Jewish-Christian Relations was an extremely eyeopening experience for this small town Ohio girl! I realized very quickly that I knew little about faith outside of Christianity. By the end of the course I was left with many more questions than answers. I have gained new perspective on many hot button issues such as universal salvation, open communion, the Israeli-Palestinian Conflict, and the role of the church is worship, prayer, and advocacy. The National Holocaust Memorial Museum in Washington D.C. is a sobering reminder of our devastatingly murderous history. In a strange way it is also a place of hope. I left with the hope and faith that the steadfast love of God will prevail. I am still reflecting on many of the things I learned in this course and many of our discussions. What I will take with me into the church is a willingness to ask difficult questions, an open mind to ponder the will of God, and most importantly a new love for my neighbor.
Mary Ann Siefke
middle eastTwenty-four travelers participated in the Middle East Study Seminar from January 7-23. The trip had many layers of meaning. Among them were pilgrimage to holy sites; study of the archaeology of the Bible; living in the land; immersion in the reality of Palestinian life in the occupied West Bank, including church life; and a bit of fun! New insights abounded from visits to over ninety archaeological sites and other places. So at Beersheba we saw what an actual four-horned altar looks like (the kind mentioned in the Old Testament). At Korazim we explored a first-century synagogue in which Jesus almost certainly preached.
Pilgrimage took many forms, including worship at the traditional site of the baptism of Jesus, as well as kneeling at the crown-of-thorns communion rail at the Church of All Nations in Jerusalem. We also experienced an Israel and West Bank (Palestine) that had much more variation in land and weather than many people had anticipated. We had heavy wind, rain, and snow, and spent substantial time at the Mediterranean Sea, the Sea of Galilee, and the desert.
We had some fun, too. Several people rode a camel in Jericho including your Vice President for Operations, Ron Benedick, and Tony Katko floated his time away in the Dead Sea.
We also tried to get our heads and hearts around the sobering reality of Israeli occupation of Palestinian land. Several speakers and other conversations helped us see life there from a Palestinian perspective. We were especially honored to spend 75 minutes with Bishop Munib Younan, who is bishop of the Evangelical Lutheran Church in Jordan and the Holy Land as well as president of the 72-million member Lutheran World Federation. The Wall that divides Palestinians from Israelis was a stark reminder of power and oppression.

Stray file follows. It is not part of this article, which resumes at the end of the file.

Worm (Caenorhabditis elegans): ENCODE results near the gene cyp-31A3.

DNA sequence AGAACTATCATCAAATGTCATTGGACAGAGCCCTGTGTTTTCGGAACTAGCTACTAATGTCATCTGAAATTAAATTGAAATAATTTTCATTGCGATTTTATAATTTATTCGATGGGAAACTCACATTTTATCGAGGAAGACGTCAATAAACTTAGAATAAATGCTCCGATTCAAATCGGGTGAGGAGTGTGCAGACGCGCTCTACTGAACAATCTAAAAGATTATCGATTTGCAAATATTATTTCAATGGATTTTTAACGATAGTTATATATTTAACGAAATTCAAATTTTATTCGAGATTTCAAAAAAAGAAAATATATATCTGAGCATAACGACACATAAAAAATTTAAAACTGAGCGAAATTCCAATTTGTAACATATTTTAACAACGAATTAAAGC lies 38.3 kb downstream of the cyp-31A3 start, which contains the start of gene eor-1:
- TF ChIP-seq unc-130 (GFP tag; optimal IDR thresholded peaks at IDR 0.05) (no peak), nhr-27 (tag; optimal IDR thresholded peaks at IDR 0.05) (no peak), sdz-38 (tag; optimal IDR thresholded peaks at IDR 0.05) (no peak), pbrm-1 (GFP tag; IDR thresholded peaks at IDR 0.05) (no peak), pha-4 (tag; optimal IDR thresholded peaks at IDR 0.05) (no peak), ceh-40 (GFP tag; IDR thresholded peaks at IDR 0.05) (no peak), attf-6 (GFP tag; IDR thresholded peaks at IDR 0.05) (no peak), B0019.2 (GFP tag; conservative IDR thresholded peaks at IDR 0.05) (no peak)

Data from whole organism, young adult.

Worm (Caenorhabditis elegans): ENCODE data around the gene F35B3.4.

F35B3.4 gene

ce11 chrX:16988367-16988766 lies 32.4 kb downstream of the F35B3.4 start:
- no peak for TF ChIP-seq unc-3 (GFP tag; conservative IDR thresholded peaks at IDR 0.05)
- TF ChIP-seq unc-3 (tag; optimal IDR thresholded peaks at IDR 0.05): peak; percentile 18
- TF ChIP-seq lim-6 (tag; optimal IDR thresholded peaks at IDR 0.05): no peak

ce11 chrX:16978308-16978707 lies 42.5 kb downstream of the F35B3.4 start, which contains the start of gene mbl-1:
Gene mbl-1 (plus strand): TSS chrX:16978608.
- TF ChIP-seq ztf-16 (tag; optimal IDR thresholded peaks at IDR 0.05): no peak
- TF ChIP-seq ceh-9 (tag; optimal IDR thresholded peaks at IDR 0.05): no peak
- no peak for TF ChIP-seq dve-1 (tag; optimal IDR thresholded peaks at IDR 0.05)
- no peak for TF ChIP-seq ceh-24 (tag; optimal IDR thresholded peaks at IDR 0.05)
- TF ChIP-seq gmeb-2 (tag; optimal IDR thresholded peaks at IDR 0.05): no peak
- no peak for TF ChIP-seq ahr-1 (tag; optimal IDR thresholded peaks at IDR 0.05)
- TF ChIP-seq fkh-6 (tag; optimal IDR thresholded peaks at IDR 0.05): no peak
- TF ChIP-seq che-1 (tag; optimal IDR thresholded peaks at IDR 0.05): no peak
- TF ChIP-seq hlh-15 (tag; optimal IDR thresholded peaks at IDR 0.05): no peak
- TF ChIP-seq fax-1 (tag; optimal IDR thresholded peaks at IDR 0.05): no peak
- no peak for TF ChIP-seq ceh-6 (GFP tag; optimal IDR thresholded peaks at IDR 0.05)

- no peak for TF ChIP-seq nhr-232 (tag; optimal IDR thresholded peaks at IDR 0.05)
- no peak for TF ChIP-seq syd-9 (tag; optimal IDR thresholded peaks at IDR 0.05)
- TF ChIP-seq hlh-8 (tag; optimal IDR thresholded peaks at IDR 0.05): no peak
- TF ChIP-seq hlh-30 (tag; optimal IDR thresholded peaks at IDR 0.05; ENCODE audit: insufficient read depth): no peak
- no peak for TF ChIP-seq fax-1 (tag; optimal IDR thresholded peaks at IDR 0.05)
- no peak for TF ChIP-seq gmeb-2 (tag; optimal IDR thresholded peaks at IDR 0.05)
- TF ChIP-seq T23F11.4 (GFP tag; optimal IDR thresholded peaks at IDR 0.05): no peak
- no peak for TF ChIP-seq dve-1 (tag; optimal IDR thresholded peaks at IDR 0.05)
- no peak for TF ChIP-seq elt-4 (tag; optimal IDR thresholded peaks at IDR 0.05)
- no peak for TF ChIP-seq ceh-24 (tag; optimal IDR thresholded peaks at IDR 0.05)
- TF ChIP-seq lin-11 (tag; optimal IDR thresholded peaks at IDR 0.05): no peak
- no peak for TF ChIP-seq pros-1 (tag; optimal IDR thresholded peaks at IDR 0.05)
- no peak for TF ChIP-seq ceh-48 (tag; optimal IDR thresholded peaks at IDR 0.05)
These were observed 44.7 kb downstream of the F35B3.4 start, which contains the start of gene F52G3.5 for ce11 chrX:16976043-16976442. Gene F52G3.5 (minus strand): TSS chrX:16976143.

Many serendipitous encounters also helped us to appreciate the people in that part of the world--from officious officials (!) to an eleven-year old girl into whose birthday party we stumbled. But always we were able to frame our experiences with prayer and Scripture, as seen in the devotions led by Pastor Joan Armstrong at the Mount of Beatitudes (Kaitlyn O'Neal Katko is in the background).
We are grateful to the seminary for brokering such opportunities and to the wonderful scholarships provided by Pastor Glen and Mrs. Shirley Gronlund.
So what are you doing in January of 2017?
dIACONAL mINISTRY: dISCERNMENT, HISTORY, AND FORMATIONI participated in the J term class “Diaconal Ministry: Discernment, History and Formation” course offered through Luther Seminary. “Diaconal Ministry” is a phrase that keeps coming back to me in classes, in congregations, in my life. I had the opportunity to explore what this looks like and learn the history. There were deaconesses on hand to talk about their experiences and to ask questions to help discernment. Other questions we wrestled with: What is community? How are we in community together? What is call? What is vocation? What is it that you can’t not do? What does personal spirituality look like? What does community spirituality look like? I was blessed to attend this class at a beautiful snow covered retreat center in MN that lent to community building and perspective for the questions and the processing of information.
The course content was excellent in both my J-Term experiences! The fellow students were also excellent and there was good and helpful conversations and sharing throughout. I went to Chicago first to learn about Community Development then Minnesota to learn about diaconal ministry. I came back with a deeper understanding and sense of God’s call in my life and the opportunities, challenges and mysteries that await all of us as we walk humbly with God and boldly with Christ smack dab into the middle of mission!